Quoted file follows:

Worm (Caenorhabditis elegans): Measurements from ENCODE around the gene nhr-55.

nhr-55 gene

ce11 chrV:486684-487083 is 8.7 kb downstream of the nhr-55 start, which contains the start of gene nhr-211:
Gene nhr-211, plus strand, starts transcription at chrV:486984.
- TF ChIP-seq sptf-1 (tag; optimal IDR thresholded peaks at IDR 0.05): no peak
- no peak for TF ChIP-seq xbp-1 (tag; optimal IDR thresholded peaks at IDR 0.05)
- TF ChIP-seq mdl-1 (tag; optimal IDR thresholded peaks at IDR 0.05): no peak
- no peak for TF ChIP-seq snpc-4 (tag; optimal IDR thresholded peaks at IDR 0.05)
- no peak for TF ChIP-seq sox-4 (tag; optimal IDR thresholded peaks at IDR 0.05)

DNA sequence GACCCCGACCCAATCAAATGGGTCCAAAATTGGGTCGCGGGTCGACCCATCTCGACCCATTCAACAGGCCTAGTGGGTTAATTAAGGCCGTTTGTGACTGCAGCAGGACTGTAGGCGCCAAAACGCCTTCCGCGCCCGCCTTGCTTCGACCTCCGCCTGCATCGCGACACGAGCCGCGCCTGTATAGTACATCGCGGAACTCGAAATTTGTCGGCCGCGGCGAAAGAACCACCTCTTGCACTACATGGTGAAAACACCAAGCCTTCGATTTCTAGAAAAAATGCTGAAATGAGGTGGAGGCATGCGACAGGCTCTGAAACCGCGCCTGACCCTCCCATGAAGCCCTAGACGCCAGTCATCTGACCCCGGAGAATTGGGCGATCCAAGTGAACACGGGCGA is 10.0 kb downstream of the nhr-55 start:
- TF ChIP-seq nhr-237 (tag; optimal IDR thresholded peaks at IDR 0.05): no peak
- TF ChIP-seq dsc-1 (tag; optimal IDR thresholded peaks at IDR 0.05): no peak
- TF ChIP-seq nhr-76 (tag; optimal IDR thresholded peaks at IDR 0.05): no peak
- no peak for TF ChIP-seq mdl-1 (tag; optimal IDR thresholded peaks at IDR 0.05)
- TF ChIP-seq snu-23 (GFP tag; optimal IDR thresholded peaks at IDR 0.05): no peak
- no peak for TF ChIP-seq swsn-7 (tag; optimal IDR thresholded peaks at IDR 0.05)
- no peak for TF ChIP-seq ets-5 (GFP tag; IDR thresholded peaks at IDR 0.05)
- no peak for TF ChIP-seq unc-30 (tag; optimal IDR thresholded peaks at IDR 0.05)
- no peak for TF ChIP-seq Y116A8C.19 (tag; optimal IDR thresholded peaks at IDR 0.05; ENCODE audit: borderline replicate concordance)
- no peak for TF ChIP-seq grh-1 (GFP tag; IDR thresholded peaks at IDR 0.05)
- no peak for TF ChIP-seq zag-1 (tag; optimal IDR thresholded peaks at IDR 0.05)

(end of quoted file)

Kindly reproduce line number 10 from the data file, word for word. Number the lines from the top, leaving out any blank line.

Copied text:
DNA sequence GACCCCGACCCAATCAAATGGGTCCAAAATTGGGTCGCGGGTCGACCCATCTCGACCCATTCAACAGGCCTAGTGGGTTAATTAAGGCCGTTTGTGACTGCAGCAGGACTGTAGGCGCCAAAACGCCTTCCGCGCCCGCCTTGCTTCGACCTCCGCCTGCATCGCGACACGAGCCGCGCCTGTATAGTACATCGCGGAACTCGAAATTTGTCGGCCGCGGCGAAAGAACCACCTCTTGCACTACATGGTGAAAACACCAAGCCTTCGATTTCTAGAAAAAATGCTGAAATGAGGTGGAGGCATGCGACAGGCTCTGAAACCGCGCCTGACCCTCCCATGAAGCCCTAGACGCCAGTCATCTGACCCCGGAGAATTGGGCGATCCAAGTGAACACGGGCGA is 10.0 kb downstream of the nhr-55 start: